To the editor of THE EAGLE:

I read Shawna Norton’s letter ("What became of Berkshire kindness?," Aug. 21) with dismay but not surprise. I’m not jumping into the "native vs. tourist" fray that has been in the Eagle lately because I think it’s irrelevant. Kindness and rudeness are never irrelevant.

As a teacher with more than 30 years of experience, it was especially jarring for me to read the insult from the woman who was asked to move her picnic from the parking lot. People who say such things are known the world over by an epithet this paper can’t print, and Shawna’s friend should ignore the woman’s words and attitude. Anyway, the woman must be somewhat confused; there are no parking attendants at McDonald’s.

My son has been parking cars this summer at a popular venue, and he has noted some similar behavior. He has also told me about kind people who ask him how he’s doing, compliment him on his work, and cooperate with him. He enjoys their good spirit.

All three of my daughters worked as servers in various local restaurants. They had similar experiences with kindness and gentleness juxtaposed with rudeness. In fact, one of them waited on a man who had a short-lived career in the U.S. Senate. Before his election, much was made of his being a "regular guy" as he drove around in his pickup truck. He ensured that I would never vote for him for any position when I heard that he had been rude to my daughter.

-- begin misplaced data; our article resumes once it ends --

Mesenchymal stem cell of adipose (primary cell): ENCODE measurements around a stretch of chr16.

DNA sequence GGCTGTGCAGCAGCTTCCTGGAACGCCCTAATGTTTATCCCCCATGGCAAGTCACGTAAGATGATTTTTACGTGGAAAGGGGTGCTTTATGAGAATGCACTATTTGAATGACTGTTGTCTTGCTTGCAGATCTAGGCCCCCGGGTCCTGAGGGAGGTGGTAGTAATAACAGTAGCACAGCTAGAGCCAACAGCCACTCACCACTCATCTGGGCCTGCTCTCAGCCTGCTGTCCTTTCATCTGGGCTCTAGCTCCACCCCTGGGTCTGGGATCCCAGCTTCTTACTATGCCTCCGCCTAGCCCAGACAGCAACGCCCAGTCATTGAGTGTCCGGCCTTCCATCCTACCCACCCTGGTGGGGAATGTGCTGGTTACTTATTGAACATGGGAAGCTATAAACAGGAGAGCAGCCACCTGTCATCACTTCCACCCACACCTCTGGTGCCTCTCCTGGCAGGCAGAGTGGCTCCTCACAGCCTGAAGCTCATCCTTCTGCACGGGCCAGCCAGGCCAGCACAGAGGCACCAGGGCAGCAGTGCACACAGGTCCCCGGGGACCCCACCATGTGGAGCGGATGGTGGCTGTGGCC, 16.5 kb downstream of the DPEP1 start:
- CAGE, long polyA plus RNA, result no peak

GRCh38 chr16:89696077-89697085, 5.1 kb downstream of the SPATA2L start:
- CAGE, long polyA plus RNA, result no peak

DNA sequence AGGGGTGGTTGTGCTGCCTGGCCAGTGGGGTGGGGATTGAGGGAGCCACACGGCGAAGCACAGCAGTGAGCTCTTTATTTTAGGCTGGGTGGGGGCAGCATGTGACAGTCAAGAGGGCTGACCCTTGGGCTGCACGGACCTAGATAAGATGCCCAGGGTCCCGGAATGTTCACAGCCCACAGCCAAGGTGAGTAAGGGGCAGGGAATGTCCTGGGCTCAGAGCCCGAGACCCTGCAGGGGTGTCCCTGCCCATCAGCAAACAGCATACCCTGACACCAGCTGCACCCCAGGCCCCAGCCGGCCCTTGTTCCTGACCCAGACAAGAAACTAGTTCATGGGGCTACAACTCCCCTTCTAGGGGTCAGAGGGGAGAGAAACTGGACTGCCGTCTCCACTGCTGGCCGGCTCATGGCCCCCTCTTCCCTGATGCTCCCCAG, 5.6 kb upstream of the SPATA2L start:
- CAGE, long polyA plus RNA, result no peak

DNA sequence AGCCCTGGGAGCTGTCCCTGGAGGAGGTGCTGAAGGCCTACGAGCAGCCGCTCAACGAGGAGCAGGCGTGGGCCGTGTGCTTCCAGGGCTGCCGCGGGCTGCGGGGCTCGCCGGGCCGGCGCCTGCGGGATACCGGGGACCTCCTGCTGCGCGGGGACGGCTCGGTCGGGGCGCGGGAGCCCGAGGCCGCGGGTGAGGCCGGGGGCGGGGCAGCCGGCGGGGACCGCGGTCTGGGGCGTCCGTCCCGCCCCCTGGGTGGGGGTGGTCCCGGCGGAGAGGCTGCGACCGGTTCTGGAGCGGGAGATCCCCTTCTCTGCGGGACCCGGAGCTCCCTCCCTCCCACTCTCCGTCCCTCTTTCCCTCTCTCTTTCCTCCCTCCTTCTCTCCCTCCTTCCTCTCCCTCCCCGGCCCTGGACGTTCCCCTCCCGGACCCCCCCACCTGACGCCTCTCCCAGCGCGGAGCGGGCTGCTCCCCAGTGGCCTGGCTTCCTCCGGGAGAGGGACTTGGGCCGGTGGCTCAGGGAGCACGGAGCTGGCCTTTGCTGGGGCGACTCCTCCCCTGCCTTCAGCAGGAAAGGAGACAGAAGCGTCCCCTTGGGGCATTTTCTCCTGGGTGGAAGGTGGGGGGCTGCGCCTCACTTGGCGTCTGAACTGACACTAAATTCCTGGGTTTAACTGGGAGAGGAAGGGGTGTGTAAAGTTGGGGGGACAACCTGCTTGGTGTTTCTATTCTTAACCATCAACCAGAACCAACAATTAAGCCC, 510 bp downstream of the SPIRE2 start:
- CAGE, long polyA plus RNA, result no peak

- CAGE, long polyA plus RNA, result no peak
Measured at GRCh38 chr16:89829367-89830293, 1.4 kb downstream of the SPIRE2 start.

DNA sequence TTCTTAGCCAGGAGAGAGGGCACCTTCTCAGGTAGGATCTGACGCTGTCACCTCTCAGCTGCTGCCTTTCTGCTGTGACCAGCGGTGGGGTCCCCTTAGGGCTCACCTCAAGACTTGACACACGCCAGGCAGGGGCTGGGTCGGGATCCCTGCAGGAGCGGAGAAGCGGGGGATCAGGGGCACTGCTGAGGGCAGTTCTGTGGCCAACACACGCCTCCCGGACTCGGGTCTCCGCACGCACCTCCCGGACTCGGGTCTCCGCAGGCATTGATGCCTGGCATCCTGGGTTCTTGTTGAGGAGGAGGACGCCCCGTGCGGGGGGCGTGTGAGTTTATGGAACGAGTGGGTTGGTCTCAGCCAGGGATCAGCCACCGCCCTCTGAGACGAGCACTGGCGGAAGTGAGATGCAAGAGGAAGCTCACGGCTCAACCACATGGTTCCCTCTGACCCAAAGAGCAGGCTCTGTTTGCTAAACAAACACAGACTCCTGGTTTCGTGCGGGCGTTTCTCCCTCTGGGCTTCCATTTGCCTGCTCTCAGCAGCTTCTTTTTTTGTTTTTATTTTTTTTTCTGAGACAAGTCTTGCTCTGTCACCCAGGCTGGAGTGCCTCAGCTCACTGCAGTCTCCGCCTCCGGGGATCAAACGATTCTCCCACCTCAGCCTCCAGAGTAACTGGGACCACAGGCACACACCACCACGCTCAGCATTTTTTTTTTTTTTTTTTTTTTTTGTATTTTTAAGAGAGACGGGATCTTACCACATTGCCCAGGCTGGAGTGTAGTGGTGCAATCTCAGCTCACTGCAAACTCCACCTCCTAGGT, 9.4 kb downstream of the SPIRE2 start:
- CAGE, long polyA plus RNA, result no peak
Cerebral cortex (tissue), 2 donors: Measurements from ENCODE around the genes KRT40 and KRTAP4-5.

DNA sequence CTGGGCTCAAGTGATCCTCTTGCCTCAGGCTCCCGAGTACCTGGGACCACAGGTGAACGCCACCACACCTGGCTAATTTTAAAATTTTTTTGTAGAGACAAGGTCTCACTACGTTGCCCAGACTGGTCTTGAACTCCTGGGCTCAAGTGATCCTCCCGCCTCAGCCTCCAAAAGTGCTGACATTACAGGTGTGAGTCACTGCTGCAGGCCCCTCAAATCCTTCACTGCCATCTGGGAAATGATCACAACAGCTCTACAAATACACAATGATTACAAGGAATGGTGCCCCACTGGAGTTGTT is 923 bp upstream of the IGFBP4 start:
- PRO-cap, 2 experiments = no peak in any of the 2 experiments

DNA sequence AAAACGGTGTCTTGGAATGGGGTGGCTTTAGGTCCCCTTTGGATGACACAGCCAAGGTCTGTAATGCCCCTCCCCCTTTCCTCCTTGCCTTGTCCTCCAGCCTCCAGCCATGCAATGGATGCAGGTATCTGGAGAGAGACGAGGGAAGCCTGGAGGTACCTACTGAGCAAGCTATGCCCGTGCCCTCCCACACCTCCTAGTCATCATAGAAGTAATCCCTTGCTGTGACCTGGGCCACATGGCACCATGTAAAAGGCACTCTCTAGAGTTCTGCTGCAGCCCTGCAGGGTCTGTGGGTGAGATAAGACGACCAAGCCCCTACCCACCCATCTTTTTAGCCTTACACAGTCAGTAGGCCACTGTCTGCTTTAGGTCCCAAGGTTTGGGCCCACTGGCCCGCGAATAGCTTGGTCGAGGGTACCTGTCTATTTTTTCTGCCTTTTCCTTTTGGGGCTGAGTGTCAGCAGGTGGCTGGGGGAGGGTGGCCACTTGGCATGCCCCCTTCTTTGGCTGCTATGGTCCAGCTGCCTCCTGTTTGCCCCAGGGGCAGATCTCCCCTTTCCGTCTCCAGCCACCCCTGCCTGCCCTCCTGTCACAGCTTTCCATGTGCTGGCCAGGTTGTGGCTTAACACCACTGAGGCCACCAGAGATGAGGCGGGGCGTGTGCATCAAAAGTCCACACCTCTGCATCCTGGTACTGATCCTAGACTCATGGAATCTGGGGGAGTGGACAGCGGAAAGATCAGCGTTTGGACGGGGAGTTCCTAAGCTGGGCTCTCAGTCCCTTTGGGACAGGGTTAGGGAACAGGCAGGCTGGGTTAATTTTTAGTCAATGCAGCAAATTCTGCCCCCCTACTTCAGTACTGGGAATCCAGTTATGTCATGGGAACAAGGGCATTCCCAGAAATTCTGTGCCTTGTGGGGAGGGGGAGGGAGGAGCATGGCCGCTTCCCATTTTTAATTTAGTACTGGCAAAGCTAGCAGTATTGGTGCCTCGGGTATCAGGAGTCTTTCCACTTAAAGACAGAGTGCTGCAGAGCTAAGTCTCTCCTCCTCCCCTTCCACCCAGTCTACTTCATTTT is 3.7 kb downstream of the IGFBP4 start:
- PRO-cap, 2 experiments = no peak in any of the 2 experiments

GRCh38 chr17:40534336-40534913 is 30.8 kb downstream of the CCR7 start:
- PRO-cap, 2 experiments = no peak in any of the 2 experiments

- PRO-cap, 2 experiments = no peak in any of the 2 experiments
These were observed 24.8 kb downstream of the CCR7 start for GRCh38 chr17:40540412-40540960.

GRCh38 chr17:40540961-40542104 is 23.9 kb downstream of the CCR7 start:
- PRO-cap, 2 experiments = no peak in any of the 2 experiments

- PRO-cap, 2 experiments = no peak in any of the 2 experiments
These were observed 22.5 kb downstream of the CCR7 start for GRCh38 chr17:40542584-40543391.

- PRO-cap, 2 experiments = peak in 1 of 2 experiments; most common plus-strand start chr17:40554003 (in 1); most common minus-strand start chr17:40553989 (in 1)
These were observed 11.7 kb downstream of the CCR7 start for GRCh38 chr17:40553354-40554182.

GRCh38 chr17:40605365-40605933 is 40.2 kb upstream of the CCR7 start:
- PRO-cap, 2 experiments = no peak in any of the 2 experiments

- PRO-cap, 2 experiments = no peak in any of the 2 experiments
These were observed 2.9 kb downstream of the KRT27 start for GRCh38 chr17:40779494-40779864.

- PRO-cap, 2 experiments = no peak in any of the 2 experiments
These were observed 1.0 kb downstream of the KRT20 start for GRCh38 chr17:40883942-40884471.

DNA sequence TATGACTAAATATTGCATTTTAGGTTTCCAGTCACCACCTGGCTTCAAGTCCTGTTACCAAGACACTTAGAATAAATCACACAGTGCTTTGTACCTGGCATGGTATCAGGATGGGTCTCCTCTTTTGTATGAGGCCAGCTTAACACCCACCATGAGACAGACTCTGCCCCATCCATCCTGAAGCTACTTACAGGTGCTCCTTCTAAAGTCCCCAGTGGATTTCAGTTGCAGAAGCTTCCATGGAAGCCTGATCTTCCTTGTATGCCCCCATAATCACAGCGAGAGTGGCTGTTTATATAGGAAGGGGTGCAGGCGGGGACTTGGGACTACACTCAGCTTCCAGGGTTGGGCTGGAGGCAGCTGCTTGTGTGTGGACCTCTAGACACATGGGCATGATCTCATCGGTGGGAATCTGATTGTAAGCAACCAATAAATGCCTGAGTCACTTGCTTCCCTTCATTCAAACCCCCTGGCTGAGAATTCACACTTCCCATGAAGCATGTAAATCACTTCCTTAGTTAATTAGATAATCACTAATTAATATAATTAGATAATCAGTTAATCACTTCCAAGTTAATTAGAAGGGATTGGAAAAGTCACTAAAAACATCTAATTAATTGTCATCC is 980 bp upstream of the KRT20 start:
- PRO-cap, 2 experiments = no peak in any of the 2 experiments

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A "regular guy’’ would know from experience that the girl was working hard because she had to. The effects of our acts of kindness or rudeness can be far-reaching and long-lived, and we may not even know what they are!

As I’ve listened to my son talk about his difficult encounters in the parking lot this summer, I’ve wondered about the lives of rude people. I imagine that they also make tradespeople wait for payment because it gives them power, or maybe just because they don’t think paying the plumber is important. I wonder if they have ever delivered newspapers, worked in a delicatessen, painted houses, moved furniture, parked cars, sold shoes, flagged traffic, or many of the others jobs people do. I’ve done all those and a few more. I hope that those jobs have made me sensitive to the people I encounter daily in the stores, on the roads, or hopping from trucks to make a delivery.

I have noted that my children’s experiences have made them more sensitive and kind in this regard. Shawna and her friend and anyone in service should remember these experiences and choose a life of kindness.

That way, wherever they go, they will make it a better place.

KEVIN KAVANAH

Great Barrington